حفاظت از سرمایه گذار و نابرابری درآمد : ریسک گریزی در مقابل ریسک پذیری
|کد مقاله||سال انتشار||مقاله انگلیسی||ترجمه فارسی||تعداد کلمات|
|7443||2012||13 صفحه PDF||سفارش دهید||12569 کلمه|
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Publisher : Elsevier - Science Direct (الزویر - ساینس دایرکت)
Journal : Journal of Development Economics, Volume 99, Issue 1, September 2012, Pages 92–104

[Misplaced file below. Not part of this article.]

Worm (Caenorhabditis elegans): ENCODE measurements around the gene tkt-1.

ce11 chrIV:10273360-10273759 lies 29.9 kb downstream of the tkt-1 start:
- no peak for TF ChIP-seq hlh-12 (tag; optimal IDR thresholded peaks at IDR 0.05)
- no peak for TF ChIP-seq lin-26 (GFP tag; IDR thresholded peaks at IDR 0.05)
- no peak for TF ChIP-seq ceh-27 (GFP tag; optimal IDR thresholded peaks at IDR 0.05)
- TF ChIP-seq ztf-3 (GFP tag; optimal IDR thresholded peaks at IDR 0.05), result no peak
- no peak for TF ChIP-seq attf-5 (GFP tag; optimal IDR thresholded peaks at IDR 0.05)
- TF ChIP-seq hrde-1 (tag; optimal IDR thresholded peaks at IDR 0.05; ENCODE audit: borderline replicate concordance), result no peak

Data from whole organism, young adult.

This paper studies the relationship between investor protection and income inequality. In the presence of market frictions, better protection makes investors more willing to take on entrepreneurial risk when lending to firms, thereby improving the degree of risk sharing between financiers and entrepreneurs. On the other hand, by increasing risk sharing, investor protection also induces more risk taking. By increasing entrepreneurial risk taking, it raises income dispersion. By reducing the risk faced by entrepreneurs, it reduces income volatility. As a result, the relationship between investor protection and income inequality is non monotonic, since the risk-taking effect dominates at low levels of investor protection, while risk sharing becomes stronger when more risk is taken. Empirical evidence from up to sixty-seven countries spanning the period 1976–2004 supports the predictions of the model.